- Shortage of skills and high volume of threat alerts pose biggest challenges to cybersecurity programmes
- Preventing fraud and data leaks are key security priorities
The Banking and Financial Services sector is struggling with a skills shortage along with the sheer volume of threats and alerts as it continues its ongoing battle against cybercrime. This is according to a Twitter poll conducted by cyberthreat intelligence provider Blueliv. With financial organisations a prime target for attacks, preventing fraud and data leakages is key to the sector’s security strategies – but it is getting harder as cyberthreats become increasingly diverse, sophisticated and malicious.
Rise in banking Trojans
The poll revealed that roughly a third of respondents are concerned about the impact banking Trojans (31 percent) and mobile malware (28 percent) will have on financial services organisations and their customers in 2020. This is in line with Blueliv’s latest cyberthreat intelligence report for the financial services sector, now available here.
Tracking the latest evolving threats, Blueliv’s researchers observed a 283 percent increase in botnets relating to Trickbot as well as a 130 percent increase in Dridex botnets. These botnets are linked to the distribution of banking Trojans and other malware families targeting the financial services sector.
Blueliv’s report also highlights that malware targeting mobile apps is one of the most rapidly developing threats to the financial services sector, with functionalities that allow criminals to gather user credentials as well as steal funds from mobile users’ bank accounts. This is partly driven by the fact that cybercriminals can now easily buy malware builders in underground forums, and that these often include advanced evasion techniques so the malware remains undetected on infected devices.
Fraud prevention most crucial security element
While the financial services sector – by its very nature – has some of the most mature cyberdefense strategies and is ahead of many other industries in detecting and preventing economic crime, weak spots remain in some organizations’ fraud risk assessments. This is underlined by the fact that 35 percent of poll respondents named fraud prevention the most crucial element to an ongoing cybersecurity strategy. Unauthorised transmission of data from within an organisation to external recipients is another key concern, with 31 percent of respondents considering the prevention of data leaks the most important.
Just under a quarter (24 percent) would focus their security strategy around regulation and compliance requirements such as GDPR; in contrast to this, the same number of respondents (25 percent) named regulatory issues as the biggest challenge for financial services institutions developing ongoing security programmes.
Visibility of threats is a challenge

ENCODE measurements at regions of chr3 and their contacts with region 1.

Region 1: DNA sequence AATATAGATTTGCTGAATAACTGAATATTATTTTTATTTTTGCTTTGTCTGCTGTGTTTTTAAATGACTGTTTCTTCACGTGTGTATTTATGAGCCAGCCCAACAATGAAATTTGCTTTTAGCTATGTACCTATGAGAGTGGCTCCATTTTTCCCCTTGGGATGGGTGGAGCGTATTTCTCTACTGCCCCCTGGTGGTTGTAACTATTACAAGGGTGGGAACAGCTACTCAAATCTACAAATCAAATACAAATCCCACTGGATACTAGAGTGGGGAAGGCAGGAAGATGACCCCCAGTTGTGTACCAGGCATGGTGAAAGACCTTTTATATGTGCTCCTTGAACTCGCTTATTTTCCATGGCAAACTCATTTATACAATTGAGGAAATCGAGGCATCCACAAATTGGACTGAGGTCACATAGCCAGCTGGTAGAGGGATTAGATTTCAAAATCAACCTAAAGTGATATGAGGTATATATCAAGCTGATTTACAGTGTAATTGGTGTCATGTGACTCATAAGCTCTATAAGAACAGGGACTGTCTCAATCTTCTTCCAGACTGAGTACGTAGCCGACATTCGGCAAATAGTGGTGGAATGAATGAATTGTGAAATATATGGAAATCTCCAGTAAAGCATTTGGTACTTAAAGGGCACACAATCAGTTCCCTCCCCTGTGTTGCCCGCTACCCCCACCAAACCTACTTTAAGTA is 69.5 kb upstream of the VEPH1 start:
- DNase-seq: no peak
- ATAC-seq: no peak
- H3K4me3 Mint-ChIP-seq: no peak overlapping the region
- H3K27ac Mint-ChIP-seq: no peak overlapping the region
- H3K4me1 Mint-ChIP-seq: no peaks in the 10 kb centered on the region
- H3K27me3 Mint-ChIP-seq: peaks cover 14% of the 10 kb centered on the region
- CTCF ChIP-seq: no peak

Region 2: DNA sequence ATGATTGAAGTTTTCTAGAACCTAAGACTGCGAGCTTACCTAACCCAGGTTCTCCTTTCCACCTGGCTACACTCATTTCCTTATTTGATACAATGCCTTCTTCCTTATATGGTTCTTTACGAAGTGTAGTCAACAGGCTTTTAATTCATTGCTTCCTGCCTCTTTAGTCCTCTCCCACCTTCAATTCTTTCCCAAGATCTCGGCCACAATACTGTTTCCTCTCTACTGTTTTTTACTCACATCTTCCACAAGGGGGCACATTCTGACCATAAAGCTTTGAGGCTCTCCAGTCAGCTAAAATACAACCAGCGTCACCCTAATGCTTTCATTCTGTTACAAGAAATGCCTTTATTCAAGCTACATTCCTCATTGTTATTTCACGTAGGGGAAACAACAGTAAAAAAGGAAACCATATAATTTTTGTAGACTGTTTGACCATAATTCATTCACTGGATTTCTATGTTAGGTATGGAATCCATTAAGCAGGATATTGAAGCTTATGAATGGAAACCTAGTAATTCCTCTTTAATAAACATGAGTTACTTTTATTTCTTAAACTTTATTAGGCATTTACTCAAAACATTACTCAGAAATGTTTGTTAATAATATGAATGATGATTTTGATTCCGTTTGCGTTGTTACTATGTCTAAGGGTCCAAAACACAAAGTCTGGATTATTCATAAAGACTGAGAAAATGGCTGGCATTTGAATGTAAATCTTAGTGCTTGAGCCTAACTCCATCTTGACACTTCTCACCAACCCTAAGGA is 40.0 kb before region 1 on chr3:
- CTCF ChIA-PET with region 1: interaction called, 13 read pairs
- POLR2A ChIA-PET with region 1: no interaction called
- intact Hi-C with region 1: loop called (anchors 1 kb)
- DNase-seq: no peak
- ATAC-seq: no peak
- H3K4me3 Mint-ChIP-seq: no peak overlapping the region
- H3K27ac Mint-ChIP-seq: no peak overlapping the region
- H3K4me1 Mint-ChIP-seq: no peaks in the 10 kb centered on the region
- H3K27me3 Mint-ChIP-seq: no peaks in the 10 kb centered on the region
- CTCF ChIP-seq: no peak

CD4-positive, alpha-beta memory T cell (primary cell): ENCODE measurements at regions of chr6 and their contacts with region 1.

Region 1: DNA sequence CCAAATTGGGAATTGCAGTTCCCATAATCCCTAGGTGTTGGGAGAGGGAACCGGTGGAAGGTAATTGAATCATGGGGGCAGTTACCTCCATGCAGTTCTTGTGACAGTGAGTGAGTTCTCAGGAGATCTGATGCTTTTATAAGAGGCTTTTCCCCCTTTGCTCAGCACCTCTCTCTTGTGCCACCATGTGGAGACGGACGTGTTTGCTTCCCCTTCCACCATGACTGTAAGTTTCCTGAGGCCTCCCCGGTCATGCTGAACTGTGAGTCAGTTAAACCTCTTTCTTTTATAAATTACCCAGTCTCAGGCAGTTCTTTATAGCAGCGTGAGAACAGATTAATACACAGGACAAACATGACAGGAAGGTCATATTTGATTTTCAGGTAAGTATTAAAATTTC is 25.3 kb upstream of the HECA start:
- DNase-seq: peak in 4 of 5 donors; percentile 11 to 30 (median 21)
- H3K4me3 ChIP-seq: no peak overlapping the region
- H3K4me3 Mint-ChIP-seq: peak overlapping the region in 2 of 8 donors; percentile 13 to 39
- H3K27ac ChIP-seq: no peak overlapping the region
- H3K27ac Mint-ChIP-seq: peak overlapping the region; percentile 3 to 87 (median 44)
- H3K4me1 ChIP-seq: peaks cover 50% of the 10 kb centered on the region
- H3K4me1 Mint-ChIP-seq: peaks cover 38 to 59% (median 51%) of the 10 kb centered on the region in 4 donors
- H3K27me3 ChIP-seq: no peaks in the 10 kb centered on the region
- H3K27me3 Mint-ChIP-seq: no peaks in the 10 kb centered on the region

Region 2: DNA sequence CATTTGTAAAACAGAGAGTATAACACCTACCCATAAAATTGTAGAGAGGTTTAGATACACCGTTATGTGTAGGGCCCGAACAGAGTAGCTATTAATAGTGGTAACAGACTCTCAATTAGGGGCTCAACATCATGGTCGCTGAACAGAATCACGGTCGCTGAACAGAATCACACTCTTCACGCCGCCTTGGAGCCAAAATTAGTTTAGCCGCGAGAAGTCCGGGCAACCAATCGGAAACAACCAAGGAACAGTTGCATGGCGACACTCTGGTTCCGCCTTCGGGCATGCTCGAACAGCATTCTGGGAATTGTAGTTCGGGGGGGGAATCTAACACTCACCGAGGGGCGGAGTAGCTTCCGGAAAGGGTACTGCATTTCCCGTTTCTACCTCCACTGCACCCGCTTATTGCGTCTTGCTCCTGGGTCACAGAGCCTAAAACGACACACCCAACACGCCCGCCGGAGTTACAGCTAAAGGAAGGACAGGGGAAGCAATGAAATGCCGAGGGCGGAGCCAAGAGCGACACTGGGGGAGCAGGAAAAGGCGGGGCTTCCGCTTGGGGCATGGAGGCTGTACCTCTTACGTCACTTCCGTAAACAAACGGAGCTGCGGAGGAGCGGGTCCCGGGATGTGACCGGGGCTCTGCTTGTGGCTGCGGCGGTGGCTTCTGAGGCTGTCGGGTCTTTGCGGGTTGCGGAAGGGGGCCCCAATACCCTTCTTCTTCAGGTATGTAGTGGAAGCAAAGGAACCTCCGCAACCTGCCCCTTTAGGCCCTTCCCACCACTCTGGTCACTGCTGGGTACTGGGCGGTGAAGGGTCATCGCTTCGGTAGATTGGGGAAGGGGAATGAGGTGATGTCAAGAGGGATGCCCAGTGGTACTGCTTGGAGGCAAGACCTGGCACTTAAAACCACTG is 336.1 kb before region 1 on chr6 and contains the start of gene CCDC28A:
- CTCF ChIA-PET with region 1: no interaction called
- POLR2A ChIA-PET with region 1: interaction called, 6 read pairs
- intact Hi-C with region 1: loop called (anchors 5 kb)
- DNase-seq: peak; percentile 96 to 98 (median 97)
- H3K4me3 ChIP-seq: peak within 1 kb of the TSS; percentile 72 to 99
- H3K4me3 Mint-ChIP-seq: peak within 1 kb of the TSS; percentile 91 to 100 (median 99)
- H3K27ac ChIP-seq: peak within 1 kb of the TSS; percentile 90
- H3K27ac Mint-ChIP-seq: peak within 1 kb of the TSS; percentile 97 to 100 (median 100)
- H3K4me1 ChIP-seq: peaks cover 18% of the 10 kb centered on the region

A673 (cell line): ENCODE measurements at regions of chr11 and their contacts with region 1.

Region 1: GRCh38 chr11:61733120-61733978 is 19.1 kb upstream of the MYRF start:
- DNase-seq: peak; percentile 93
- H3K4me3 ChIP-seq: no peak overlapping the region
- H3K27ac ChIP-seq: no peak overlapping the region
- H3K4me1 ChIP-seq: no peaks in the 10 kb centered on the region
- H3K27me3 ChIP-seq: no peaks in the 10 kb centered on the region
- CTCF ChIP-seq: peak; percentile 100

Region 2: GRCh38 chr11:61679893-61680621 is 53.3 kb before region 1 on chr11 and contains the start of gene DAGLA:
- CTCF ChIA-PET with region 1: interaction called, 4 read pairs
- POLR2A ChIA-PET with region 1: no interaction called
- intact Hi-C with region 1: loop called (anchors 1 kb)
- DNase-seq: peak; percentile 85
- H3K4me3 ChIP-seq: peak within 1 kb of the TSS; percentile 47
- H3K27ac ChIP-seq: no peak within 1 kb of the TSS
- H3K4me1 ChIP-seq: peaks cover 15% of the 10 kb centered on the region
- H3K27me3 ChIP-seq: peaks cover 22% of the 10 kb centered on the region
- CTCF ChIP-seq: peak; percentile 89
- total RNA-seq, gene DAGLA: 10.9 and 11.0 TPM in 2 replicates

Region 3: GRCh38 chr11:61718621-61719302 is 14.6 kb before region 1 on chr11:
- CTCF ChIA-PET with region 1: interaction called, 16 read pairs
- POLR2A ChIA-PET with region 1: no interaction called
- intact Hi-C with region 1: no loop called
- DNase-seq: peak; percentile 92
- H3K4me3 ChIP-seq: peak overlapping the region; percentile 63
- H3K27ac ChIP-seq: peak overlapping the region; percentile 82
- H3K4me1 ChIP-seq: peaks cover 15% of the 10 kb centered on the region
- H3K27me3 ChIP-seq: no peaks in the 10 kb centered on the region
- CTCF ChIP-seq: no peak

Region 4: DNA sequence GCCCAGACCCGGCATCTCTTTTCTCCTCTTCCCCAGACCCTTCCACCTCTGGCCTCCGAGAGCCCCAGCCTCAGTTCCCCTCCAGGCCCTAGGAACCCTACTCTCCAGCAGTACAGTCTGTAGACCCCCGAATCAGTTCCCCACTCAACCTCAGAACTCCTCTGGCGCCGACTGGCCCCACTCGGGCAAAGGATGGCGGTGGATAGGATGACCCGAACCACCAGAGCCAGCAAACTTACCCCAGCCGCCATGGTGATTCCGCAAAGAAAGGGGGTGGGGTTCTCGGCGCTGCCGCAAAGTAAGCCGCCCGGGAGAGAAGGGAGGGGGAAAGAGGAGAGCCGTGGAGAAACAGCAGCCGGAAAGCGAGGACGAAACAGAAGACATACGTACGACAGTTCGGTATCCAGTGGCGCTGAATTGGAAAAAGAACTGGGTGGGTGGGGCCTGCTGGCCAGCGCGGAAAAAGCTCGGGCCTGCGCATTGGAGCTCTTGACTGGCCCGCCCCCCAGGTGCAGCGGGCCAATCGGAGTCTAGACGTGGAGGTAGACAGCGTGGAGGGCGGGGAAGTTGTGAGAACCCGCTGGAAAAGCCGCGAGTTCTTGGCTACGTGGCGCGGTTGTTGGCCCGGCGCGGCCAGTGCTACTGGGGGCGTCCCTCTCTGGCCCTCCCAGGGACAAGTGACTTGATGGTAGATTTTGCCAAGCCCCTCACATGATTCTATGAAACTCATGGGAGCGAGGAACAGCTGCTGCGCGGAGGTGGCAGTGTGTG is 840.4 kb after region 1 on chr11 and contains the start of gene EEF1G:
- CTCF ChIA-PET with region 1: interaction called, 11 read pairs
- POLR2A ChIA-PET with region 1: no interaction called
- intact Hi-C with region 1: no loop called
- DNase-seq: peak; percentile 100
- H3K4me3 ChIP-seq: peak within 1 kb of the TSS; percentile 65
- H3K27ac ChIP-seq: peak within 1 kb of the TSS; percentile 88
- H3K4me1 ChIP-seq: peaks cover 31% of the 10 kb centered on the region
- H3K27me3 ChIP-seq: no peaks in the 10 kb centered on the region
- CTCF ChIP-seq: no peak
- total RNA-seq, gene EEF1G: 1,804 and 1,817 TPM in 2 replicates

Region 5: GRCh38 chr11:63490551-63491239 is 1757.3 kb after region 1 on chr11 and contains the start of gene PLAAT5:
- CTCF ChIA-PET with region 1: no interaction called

According to the poll, financial services organizations encounter a range of issues as they build their security programmes – the most pressing being a shortage of skills (28 percent), followed by the high volume of threats and alerts (26 percent) and a lack of visibility into cyberthreats (20 percent). This is hardly surprising: as financial services institutions (FSIs) embrace digital processes and new customer interaction channels, so their attack surface grows, making it harder to keep on top of threats ranging from Point-of-Sale (PoS) to ATM malware, mobile apps malware to card skimmers.
“Organizations in the financial sector face a constantly changing threat landscape,” commented Daniel Solís, CEO and founder, Blueliv. “Business priorities have shifted and digital risk management is now central. Because they are such high-value targets for cybercriminal activity, it is imperative that financial services organizations monitor what is happening both inside and outside their networks in real-time to create effective mitigation strategies before, during and after an attack.”
Solís continued, “FSI security teams can be easily overwhelmed by the number of threat alerts they receive which can very quickly result in alert fatigue and desensitisation to real, preventable threats. Threat intelligence can address the cyberskills gap through continuous automated monitoring combined with human resource to provide context, helping FSIs develop highly-targeted threat detection, prevention and investigation capabilities.”
Attracting 11,380 responses, the Blueliv Twitter poll was conducted during the week of 25 November 2019.
CAPITAL MARKETS PARTICIPANTS HAVE HIT A WALL WITH COMPLIANCE, NEW INTERNATIONAL STUDY FINDS
The research suggests that many broker-dealers and other trading entities have come to a fork in the road, where they must choose between continuing to budget and plan for new IT/data projects ad infinitum, or find a more sustainable approach to real-time reporting -which satisfies the needs of multiple regulators. Jordan Ambrose, CEO of Inforalgo, drills down into the deepening challenges as Capital Markets succumb to regulatory overload.
More than a decade on from the last major financial markets crash, which triggered the spiralling regulatory scrutiny that has been seen across financial markets in recent years, the majority of Capital Markets participants continue to battle with compliance-related complexity – which has now reached a peak.
The severity of the pain these firms are enduring is highlighted in new research commissioned by Inforalgo. Set out in the report, Meeting the challenges: Compliance and obligations across regulatory regimes, the study finds that the practical issues are universal. (Half of the research respondents were based in Europe, almost a third in North America, eight per cent based in Africa and just over two per cent in Asia.) The findings are timely too: the survey was conducted between September and November 2019, at a time when the Consolidated Audit Trail was looming large for trading entities, adding to what already feels to be an untenable compliance workload. Indeed, many firms are still reeling from the introduction of MiFID II two years ago. Almost 70 percent of those surveyed said this had had the most significant impact on their firm over the last 12 months.
Enough is enough
Increasing changes and updates to requirements, and varying needs between different markets around the world, is causing particular fatigue and frustration. Adding to existing reporting burdens are the MAS overhaul in Singapore, FINRA’s CAT requirements, and adjustments to EMIR Refit and MiFID II in Europe.